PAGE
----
Why Limit the Number of S Corporation Shareholders?

By Cindy DeRuyter, J.D.

Why Limit the Number of S Corporation Shareholders?

By Cindy DeRuyter, J.D.

Many small business owners choose to establish their new businesses as corporations and elect S corporation status. Doing so can provide potential tax benefits while still protecting the shareholders' personal assets from liability for the company's obligations.

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Because they are intended primarily for family-owned and other small businesses, S corporations are limited to no more than 100 investors (shareholders). When the number of shareholders in an S corporation exceeds the maximum allowed by law, the business must file and pay taxes as a C corporation.

S Corporation Defined

A corporation is a common type of business entity that offers investors liability protection, limiting their risk of loss to the extent of their investment in the company. Corporations are separate legal entities formed under state laws. By default, a corporation is treated as a C corporation and will be taxed at the corporate level before earnings are passed on to shareholders and taxed again as individual income.

After formation, eligible corporations can file Form 2553 with the IRS to be taxed as S corporations, avoiding double taxation. Corporations that qualify and elect S corporation status do not pay federal income taxes at the corporate level, subject to certain limited exceptions. Instead, profits and losses are passed through to the shareholders in the same manner as LLC, partnership, and sole proprietorship income.

Treatment of Related S Corporation Shareholders

S corporations must have 100 or fewer shareholders, but there are special rules that can allow multiple members of the same family to be treated as a single shareholder.

All members of a family and their estates, as defined in section 1361(c)(1)(B), can be counted as a single shareholder. That code provision defines "family" as an individual, his or her spouse, ancestors, lineal descendants, and any trust created for the primary benefit of one or more of those people.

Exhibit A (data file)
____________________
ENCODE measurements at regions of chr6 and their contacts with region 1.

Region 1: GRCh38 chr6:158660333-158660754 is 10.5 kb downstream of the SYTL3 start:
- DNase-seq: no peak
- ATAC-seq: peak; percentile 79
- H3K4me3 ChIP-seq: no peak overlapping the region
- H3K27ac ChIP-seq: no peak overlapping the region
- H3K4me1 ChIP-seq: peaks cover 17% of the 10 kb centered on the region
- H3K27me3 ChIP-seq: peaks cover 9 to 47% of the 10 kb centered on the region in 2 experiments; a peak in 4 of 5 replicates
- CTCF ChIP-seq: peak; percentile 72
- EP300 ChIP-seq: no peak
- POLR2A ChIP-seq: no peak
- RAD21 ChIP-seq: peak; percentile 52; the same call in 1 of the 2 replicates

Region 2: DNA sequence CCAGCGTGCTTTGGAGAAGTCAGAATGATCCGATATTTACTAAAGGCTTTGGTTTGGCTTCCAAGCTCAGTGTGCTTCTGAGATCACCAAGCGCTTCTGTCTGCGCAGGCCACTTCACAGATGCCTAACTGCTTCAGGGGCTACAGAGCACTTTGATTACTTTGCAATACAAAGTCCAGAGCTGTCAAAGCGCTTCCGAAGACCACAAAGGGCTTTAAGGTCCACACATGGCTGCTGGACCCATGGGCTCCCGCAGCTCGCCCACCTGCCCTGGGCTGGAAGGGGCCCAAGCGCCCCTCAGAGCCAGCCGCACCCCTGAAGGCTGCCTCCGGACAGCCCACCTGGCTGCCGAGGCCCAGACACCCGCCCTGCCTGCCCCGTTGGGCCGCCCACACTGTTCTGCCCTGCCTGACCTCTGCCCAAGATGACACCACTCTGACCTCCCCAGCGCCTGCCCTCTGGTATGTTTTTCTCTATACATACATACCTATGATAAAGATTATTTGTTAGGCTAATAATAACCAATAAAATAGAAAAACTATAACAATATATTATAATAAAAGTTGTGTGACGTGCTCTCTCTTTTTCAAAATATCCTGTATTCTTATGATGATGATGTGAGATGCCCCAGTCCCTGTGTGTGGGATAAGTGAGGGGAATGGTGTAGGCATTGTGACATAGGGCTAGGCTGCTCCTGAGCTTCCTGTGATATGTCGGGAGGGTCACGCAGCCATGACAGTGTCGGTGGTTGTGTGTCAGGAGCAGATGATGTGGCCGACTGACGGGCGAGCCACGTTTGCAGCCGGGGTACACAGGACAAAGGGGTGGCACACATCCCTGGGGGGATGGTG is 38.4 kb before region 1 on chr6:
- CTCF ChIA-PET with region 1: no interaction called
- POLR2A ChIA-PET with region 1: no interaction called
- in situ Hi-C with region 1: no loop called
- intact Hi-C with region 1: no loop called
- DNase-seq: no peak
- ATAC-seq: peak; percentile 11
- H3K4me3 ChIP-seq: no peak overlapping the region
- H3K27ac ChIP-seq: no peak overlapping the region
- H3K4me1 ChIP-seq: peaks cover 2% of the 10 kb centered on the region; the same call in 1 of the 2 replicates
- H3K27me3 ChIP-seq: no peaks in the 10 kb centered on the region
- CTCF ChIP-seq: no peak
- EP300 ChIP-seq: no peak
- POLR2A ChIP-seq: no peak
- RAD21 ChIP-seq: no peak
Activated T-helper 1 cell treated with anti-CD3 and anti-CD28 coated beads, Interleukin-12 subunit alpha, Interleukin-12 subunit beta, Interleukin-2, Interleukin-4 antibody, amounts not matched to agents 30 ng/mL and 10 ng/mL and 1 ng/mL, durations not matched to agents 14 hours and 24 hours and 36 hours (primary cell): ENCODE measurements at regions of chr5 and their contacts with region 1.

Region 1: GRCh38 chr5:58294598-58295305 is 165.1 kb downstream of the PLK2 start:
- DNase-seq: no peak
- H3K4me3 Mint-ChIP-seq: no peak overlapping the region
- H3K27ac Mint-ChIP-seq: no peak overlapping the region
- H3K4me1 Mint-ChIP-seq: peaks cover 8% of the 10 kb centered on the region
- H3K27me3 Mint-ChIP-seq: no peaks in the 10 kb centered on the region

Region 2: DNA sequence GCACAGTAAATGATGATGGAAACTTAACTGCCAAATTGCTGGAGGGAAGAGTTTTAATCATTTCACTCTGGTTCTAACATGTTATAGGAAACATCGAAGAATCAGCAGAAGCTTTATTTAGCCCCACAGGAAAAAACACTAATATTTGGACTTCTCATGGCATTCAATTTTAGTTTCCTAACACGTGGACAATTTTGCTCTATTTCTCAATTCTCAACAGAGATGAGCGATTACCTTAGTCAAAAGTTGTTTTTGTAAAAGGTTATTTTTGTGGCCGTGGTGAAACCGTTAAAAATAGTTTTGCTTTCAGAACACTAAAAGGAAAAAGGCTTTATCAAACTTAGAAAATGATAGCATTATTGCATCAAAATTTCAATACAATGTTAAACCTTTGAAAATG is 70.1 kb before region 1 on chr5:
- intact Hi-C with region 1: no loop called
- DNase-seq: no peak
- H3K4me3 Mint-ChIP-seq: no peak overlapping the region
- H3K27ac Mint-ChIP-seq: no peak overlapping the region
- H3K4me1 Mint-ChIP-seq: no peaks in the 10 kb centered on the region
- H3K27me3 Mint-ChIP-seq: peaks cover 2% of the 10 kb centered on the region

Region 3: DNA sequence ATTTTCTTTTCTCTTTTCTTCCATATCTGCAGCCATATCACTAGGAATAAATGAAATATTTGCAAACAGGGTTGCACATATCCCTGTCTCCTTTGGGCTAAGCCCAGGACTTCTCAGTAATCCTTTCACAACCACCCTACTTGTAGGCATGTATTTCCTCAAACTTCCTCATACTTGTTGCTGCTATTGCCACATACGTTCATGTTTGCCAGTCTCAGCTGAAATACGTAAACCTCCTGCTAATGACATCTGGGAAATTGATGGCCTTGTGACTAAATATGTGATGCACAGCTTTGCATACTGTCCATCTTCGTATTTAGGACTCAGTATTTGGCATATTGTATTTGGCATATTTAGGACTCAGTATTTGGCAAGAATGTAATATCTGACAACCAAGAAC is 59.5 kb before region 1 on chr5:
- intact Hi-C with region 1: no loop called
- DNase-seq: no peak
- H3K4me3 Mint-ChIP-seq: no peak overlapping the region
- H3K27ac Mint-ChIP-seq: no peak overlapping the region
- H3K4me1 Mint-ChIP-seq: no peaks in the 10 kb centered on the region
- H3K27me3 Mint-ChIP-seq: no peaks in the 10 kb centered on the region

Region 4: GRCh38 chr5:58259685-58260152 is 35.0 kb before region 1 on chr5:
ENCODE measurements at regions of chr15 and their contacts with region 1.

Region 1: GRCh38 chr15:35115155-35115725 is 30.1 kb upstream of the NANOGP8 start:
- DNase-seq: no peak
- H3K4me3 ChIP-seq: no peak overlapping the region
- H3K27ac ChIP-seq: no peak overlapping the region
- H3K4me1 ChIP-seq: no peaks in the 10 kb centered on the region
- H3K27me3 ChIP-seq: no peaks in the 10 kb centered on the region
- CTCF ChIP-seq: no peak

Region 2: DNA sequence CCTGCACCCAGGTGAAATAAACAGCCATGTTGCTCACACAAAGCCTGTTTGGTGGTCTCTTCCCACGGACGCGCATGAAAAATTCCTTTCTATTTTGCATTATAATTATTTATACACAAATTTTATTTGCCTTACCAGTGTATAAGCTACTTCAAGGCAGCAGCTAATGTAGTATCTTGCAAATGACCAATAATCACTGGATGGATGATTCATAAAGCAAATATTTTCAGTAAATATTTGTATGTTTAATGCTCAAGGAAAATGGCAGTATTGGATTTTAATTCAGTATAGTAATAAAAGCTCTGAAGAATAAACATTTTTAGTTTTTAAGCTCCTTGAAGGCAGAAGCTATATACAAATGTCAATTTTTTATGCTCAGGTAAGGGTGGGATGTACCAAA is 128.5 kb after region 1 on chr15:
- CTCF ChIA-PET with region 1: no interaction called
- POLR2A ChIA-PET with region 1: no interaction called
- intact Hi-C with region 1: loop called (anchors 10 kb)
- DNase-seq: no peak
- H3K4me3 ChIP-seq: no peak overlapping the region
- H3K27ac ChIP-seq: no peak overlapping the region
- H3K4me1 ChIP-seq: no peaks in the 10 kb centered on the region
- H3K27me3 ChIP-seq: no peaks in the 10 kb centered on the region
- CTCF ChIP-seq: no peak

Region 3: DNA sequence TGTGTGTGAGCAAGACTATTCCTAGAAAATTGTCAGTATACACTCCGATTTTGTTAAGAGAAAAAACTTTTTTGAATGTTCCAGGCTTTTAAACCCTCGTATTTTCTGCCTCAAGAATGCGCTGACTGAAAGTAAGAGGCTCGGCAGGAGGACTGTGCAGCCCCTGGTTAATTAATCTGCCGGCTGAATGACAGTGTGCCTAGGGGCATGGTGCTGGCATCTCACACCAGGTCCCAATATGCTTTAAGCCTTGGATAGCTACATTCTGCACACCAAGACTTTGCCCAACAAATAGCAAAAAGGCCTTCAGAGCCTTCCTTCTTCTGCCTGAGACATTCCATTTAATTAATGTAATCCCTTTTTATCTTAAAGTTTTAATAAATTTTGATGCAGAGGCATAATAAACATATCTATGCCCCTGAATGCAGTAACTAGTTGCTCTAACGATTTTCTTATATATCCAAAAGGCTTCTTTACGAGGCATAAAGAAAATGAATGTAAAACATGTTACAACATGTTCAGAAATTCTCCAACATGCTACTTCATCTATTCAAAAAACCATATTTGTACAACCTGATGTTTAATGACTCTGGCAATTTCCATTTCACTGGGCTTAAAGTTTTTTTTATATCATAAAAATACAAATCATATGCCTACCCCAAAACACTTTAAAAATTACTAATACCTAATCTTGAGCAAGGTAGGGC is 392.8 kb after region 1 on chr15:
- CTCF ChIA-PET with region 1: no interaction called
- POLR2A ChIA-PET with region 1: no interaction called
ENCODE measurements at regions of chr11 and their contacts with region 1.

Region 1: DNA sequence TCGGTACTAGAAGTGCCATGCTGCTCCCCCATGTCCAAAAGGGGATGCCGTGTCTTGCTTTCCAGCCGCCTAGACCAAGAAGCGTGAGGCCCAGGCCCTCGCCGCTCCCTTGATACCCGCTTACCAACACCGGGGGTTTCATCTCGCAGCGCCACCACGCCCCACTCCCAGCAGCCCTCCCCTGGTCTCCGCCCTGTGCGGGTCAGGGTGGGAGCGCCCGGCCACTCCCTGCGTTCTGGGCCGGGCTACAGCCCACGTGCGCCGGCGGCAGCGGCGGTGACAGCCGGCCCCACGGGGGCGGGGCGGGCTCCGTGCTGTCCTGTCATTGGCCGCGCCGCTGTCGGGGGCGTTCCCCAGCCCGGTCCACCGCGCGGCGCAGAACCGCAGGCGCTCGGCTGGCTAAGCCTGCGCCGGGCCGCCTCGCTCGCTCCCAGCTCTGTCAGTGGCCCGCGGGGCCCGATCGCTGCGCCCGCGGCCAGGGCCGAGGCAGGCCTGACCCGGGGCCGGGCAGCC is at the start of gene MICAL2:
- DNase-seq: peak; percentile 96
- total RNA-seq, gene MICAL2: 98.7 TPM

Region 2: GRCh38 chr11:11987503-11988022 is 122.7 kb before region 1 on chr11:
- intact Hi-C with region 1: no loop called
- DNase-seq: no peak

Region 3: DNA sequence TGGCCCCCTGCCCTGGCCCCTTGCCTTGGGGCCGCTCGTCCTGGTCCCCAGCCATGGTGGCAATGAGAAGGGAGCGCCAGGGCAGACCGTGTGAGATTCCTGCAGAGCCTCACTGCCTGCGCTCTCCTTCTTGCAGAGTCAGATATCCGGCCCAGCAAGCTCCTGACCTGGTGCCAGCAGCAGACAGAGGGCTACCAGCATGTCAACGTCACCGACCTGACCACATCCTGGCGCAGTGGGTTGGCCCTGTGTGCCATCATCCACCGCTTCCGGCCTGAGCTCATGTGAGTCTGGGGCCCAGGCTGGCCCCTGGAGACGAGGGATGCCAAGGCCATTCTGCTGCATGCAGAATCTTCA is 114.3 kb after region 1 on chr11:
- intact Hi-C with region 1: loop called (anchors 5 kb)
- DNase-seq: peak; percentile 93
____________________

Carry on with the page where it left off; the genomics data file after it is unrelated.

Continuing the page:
Characteristics of S Corporations

In addition to the shareholder restrictions, S corporations are only allowed to issue one class of stock. In contrast, C corporations can issue both common and preferred stock, which may help attract private investors.

It is also important to note that only domestic U.S. companies can elect S corporation treatment; foreign corporations cannot do so.

While a corporation can be a shareholder or investor in another corporation or an LLC, S corporations may not have corporate shareholders. Generally, only individual U.S. residents can invest in an S corporation, although there are some exceptions for estates and certain trusts.

Historical Changes in the Maximum Number of S Corporation Shareholders

S corporations were designed for family-owned and other small businesses, to give those companies another choice of entity. Because of that, when the law creating S corporations was passed in 1958, this form of business entity could have a maximum of 10 shareholders.

In 1976, that limit was increased to allow up to 15 investors to have a stake in an S corporation. Over the years, that number was increased again to 35, then to 75 shareholders. In 2004, the current 100-shareholder limit was established.

This portion of the site is for informational purposes only. The content is not legal advice. The statements and opinions are the expression of author, not LegalZoom, and have not been evaluated by LegalZoom for accuracy, completeness, or changes in the law.

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